The political crisis in Tunisia has exploded. Tunisian President Kais Saied, in the midst of the social, economic and health crisis the country is going through, has decided in his latest move to suspend parliamentary powers and assume full powers in what political entities in the country already consider a coup d'état. Similarly, Saied has dismissed the prime minister, Hichem Mechichi, with whom he had been waging a political battle since January, thus staging a political crisis unprecedented since the outbreak of the Arab Spring. In the last few hours, Tunisian police have seized the offices of Al Jazeera and expelled its journalists.
This decision comes after hundreds of demonstrators decided to take to the streets on the last day to protest against the Tunisian government, headed by Prime Minister Hichem Mechichi, to demand his resignation, as well as the dissolution of parliament and the reform of the political system. In addition to this, poor health management and the economic crisis the country is going through have been part of the triggers that have led the Tunisian population to take to the streets.
Following Saied's announcement on public television, thousands of people took to the streets to publicly show their support for the president. Alongside this, Saied himself joined his supporters on the streets to celebrate his decision to freeze parliament and dissolve the government. The marches were authorised by the police despite the curfew that Tunisia maintains from 8 p.m. to 5 a.m. as an exceptional measure to curb the spread of the COVID-19 pandemic.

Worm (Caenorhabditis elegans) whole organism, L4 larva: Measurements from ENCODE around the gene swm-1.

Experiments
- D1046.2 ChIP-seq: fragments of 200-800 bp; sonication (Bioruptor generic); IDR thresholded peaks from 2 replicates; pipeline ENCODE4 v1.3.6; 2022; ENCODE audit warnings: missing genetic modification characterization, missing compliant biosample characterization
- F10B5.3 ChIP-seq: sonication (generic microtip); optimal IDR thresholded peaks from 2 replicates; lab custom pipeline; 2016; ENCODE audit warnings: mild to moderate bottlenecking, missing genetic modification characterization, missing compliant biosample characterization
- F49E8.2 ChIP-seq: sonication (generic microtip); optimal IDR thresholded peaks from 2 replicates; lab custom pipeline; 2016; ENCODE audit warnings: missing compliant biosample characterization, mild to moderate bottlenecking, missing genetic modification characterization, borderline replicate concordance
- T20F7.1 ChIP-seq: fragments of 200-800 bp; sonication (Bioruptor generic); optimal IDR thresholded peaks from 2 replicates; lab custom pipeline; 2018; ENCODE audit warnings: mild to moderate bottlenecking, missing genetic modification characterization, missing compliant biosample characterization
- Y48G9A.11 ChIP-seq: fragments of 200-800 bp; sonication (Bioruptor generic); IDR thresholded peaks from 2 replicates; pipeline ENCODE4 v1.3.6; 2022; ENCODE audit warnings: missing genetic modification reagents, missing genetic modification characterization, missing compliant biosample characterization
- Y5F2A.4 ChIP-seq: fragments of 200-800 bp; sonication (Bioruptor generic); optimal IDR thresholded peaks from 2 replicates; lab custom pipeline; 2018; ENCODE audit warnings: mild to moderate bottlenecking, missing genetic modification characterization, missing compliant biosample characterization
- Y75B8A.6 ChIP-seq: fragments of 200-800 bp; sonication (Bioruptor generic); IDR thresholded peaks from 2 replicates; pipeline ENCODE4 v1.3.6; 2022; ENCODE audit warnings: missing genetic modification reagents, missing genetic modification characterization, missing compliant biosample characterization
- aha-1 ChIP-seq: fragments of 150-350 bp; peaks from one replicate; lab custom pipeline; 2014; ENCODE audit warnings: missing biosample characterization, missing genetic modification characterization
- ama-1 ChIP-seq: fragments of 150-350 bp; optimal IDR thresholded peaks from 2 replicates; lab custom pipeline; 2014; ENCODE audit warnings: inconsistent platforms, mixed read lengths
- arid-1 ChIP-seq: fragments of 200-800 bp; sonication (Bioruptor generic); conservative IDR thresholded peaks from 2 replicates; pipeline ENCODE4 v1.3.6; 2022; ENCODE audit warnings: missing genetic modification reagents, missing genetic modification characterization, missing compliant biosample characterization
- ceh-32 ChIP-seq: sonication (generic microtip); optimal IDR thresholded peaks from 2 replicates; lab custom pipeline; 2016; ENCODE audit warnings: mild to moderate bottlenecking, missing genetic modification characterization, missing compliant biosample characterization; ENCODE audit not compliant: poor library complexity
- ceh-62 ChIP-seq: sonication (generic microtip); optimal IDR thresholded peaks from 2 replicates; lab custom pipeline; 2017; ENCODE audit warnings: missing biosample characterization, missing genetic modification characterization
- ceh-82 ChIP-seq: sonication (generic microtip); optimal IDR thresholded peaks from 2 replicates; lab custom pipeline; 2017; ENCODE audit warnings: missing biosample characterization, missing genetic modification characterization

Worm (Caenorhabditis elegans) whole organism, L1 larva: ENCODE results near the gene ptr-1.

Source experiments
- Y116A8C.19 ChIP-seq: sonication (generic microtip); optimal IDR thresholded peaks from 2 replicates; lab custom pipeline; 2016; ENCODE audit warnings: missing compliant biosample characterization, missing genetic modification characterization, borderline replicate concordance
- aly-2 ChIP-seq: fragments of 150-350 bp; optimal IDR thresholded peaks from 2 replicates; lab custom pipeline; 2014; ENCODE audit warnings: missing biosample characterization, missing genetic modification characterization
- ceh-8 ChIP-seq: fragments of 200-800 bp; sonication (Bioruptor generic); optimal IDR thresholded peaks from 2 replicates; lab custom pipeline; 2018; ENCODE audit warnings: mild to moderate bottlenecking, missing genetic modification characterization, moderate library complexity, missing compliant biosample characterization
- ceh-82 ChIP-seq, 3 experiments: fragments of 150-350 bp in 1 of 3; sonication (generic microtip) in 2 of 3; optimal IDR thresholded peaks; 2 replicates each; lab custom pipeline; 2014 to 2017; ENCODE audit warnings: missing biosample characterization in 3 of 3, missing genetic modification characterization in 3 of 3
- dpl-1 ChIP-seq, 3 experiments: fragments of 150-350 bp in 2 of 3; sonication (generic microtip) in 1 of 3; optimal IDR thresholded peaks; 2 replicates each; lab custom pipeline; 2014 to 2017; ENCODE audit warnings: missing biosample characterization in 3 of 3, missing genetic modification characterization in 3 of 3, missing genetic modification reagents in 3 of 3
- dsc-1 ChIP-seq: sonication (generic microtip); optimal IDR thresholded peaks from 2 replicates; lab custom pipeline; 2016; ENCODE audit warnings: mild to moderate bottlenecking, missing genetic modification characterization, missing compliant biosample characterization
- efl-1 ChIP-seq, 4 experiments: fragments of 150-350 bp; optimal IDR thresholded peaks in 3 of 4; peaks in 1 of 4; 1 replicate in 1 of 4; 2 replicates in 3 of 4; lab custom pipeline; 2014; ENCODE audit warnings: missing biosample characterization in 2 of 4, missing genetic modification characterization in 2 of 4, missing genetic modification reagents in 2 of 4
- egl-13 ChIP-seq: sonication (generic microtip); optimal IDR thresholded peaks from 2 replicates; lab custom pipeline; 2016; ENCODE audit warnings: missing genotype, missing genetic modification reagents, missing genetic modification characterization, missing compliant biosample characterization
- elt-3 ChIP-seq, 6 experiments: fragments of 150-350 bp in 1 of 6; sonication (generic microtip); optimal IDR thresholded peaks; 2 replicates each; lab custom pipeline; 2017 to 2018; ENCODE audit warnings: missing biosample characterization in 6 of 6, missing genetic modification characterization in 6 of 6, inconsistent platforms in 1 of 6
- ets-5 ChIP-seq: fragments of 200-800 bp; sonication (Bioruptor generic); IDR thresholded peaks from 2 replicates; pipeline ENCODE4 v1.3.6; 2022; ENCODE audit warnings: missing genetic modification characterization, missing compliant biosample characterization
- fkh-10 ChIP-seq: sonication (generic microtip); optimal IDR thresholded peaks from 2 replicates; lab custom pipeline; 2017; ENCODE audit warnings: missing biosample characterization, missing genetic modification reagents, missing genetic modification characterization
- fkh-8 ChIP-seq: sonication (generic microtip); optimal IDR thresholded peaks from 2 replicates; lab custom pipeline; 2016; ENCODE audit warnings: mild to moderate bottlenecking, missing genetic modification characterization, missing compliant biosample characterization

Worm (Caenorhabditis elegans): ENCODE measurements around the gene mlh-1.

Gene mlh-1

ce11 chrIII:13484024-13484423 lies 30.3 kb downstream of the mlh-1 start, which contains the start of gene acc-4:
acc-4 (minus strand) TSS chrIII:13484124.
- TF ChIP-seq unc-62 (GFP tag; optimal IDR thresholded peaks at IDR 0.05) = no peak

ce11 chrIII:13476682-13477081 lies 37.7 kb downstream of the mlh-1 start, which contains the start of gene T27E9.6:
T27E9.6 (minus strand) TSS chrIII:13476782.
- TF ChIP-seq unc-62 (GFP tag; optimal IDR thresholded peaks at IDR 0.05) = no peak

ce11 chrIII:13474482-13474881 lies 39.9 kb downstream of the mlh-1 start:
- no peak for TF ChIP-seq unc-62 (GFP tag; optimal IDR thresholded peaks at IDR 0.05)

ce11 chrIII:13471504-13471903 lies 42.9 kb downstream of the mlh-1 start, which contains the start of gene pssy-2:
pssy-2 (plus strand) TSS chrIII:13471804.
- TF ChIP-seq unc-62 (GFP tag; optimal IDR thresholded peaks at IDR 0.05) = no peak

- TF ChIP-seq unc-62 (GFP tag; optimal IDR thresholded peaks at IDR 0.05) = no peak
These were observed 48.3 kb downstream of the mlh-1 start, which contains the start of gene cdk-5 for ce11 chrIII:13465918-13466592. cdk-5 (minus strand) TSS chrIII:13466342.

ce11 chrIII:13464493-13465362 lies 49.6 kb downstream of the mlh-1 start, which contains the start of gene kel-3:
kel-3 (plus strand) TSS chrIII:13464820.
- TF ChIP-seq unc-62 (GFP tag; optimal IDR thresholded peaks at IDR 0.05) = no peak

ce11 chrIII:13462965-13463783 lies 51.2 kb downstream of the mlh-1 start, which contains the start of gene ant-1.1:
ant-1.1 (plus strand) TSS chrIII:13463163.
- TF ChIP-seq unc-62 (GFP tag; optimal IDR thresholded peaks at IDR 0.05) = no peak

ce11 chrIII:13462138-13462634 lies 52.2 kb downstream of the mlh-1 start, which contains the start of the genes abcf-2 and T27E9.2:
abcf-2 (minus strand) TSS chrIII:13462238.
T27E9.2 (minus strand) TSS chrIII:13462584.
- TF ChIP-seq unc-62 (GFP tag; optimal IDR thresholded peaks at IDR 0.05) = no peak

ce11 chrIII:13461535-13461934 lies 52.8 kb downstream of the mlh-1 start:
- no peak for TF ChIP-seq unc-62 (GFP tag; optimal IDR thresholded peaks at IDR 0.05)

In this sense, Tunisia is going through a "catastrophic" health situation, as the Tunisian government described it, following the spike in cases that has led to the highest number of infections since the start of the pandemic. Following this announcement, Morocco and the United Arab Emirates sent "urgent" health aid to help resolve the health and epidemiological situation in the country.
This complicated health situation has led to the dismissal of Health Minister Faouzi Mahdi, who was dismissed a day before launching a vaccination campaign that was described as "anarchic", according to state news agency TAP.
On the other hand, the Ennahda party has taken issue with the stance adopted by the president after parliamentary speaker Rached Ghannouchi accused President Saied of "annulling the revolution and the constitution" and defended "that the institutions remain in place, and the supporters of Ennahda and the Tunisian people will defend the revolution". In this vein, Ghannouchi has organised protests in front of parliament and called on his supporters to join him in demonstrating against the president's decisions after the first party in parliament called the situation a "coup d'état".